“It is understandable that people want to get rich quick. They see others doing well and want to replicate it, but they try to get rich quick.”

“Residential real estate is a high growth, relatively low yield investment; it usually takes 25-30 years to become financially independent through property. So instead of making rash decisions, you need to know what you are looking for and understand the objectives behind it; the why.”

They are naïve

Nowadays there are a bunch of people trying to sell you something and take advantage of naïve investors. They say things like: ‘this is going to be the next hotspot’ or ‘you are going to get guaranteed growth’.

“The property investment industry is still unregulated – that is something that needs to change because people take advantage of naïve investors,” says Michael.

Now we know what not to do, what are the traits of a good property investor?...

Michael says one of the foundations of a good property investor is to have financial discipline and that means delayed gratification.

“You need to have a long-term view of where you want to head and what you want to do,” he says. “And then forgo some things today to give you some comfort in your golden years. This means spending less than you earn, saving the balance, building up a deposit and then buying appreciating assets.”

“If you do the hard things in life now, life will be easier in the future. However, if you do the easy things, your life will be harder in the future.”

He adds that while investors need to have a big-picture view, they also need to understand the science of property investment.

“The truth is not all properties are worthy of investment,” he says. “So, investors need to be able to do the research or outsource this to someone who is specialised in this area.”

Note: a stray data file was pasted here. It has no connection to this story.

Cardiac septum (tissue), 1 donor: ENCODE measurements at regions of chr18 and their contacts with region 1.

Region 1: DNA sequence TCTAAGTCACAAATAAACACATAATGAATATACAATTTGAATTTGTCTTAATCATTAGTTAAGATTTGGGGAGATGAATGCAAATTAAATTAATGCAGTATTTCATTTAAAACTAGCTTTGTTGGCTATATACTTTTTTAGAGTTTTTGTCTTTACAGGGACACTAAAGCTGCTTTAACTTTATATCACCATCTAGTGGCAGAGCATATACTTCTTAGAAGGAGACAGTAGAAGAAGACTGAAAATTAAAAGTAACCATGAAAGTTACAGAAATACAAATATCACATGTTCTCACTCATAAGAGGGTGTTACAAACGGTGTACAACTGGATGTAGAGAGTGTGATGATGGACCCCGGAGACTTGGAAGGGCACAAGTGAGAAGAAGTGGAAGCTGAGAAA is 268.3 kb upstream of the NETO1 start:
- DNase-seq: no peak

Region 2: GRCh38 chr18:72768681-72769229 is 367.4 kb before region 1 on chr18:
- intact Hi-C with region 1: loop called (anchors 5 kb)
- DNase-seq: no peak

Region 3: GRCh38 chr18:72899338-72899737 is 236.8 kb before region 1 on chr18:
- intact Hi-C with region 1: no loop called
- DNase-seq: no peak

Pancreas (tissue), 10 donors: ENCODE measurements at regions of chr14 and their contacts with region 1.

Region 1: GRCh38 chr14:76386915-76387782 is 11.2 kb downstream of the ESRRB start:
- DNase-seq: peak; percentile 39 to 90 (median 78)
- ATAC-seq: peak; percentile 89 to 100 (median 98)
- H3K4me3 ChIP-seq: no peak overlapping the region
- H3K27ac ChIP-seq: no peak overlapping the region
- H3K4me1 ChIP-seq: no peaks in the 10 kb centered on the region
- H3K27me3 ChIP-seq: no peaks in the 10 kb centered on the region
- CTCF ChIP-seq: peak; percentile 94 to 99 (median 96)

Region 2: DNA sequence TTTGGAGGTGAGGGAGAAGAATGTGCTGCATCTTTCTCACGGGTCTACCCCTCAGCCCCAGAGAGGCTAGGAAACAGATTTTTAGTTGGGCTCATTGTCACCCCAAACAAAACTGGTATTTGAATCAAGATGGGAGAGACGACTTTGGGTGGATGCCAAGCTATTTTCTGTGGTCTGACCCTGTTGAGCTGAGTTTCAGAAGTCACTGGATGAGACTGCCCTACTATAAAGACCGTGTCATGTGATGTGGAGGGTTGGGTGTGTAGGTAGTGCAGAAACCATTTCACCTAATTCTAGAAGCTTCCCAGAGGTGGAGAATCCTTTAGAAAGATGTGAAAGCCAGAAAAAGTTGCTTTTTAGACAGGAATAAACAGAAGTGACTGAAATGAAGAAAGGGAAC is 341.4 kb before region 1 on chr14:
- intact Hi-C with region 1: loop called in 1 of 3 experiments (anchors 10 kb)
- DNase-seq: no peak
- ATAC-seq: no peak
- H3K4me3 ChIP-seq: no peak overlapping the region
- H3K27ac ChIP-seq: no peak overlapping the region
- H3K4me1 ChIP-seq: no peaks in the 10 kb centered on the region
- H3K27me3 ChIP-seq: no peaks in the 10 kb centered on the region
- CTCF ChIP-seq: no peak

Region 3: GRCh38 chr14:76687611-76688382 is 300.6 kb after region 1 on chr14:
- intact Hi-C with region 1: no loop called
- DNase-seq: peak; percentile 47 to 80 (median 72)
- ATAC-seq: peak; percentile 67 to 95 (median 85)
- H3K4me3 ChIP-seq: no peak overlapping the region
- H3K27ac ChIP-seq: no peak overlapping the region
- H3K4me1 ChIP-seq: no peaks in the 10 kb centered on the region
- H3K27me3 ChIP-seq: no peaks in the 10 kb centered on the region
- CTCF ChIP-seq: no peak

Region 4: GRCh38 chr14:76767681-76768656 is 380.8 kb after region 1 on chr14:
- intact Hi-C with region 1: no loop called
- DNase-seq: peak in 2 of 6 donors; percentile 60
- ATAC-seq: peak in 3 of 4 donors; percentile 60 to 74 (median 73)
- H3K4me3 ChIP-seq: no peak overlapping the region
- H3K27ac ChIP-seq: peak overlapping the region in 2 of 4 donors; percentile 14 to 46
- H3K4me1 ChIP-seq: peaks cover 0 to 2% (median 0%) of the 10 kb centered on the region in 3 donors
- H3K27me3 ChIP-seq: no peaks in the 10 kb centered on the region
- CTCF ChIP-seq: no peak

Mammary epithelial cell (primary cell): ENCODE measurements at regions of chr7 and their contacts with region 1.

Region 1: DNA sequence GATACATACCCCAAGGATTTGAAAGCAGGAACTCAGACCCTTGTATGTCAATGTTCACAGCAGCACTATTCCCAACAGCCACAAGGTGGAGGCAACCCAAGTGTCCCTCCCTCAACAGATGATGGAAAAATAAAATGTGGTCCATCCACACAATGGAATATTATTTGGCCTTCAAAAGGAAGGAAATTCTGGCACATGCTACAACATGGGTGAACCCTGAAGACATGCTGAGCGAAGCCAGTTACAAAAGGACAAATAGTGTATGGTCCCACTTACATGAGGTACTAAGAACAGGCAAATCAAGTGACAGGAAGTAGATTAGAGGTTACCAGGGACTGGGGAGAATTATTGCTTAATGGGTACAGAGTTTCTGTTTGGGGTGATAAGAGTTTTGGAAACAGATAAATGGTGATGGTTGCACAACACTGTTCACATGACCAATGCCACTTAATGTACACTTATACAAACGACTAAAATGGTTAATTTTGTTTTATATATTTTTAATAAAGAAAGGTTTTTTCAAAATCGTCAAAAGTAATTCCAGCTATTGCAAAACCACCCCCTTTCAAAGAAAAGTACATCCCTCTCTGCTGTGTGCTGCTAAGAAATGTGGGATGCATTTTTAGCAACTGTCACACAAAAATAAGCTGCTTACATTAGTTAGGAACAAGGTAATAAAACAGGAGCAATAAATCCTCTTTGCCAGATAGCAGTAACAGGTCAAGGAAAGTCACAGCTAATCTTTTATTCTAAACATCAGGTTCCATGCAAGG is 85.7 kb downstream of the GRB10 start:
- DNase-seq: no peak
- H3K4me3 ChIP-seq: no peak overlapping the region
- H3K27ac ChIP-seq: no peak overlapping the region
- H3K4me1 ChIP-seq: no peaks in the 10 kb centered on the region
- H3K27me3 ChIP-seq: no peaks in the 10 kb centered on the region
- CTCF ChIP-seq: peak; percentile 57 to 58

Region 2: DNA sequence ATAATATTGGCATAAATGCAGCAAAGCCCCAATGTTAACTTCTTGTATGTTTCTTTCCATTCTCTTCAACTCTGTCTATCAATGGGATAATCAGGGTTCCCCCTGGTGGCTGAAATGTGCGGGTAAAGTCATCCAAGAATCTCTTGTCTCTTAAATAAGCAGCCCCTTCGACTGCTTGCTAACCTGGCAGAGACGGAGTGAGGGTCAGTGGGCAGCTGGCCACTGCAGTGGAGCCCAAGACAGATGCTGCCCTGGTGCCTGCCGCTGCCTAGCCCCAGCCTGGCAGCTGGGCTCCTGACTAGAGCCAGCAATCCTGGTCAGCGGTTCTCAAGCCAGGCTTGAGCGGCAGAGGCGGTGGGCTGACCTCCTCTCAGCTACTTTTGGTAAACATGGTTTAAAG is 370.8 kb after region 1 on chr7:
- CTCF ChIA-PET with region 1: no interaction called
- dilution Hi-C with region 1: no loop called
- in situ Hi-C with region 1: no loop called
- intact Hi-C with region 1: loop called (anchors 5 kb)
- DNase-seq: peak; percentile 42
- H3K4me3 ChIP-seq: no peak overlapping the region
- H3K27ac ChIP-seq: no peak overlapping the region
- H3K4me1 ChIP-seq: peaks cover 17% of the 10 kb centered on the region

TIP: “I don’t invest in what works now, at this stage of the cycle or the next year, I invest in what has always worked and that way I do not get caught in the ups and downs.”

At EBM RentCover, we think investors who understand the importance of insurance are a step ahead… does Michael agree?

Michael says one of the great benefits of residential real estate is that you can insure against a whole lot of risks so it makes it safer than investing in shares or in business.

“You can insure your property, your tenants, and even your income earning capacity that is generated through property,” he says

“Because your property is going to be your biggest asset over the next 20-30 years, insurance is very important and is one of the things that make residential real estate a safer investment.”

“And like your property, insurance is not a cost or expense; it is an investment. You would be silly not to think about insurance.”

True story…

Many years ago, Michael’s parents owned an investment property in Elsternwick in Victoria. They didn’t use a managing agent because they thought they could look after the property and it would be cheaper. They also didn’t take out insurance.

The tenants had a perfect record of paying rent on time so no inspections were held. Michael’s parents thought they had won the tenant lottery. However, things started to get dark…

When the tenants eventually moved out, it turned out they had painted the whole inside of the property black.

The end result was the landlords had to repaint the whole property. And, because it was black, it didn’t take one or two paints of coat. It cost a fortune!

Had they took out the right insurance, they may have been able to recoup the costs for the damage. Under EBM RentCover policies, Michael’s parents would have been able to claim up to $65,000 under accidental tenant damage.

What does Michael think about EBM RentCover…

Metropole manages more than $2 billion worth of assets for clients.

Unfortunately, because there are a number of things that can go wrong, the business must work with a number of insurers, brokers, agencies and companies to best protect the investments.

“Having the right wording in a policy is important, but most important is the service that comes with it,” says Michael.

“That is why we work with EBM RentCover, because they do the right thing by our clients when we have to make a claim. This is much more important than any wording in a policy – we actually know that EBM RentCover has the back our clients.”

For more info about Michael and to find more property investment tips, visit the Property Update blog.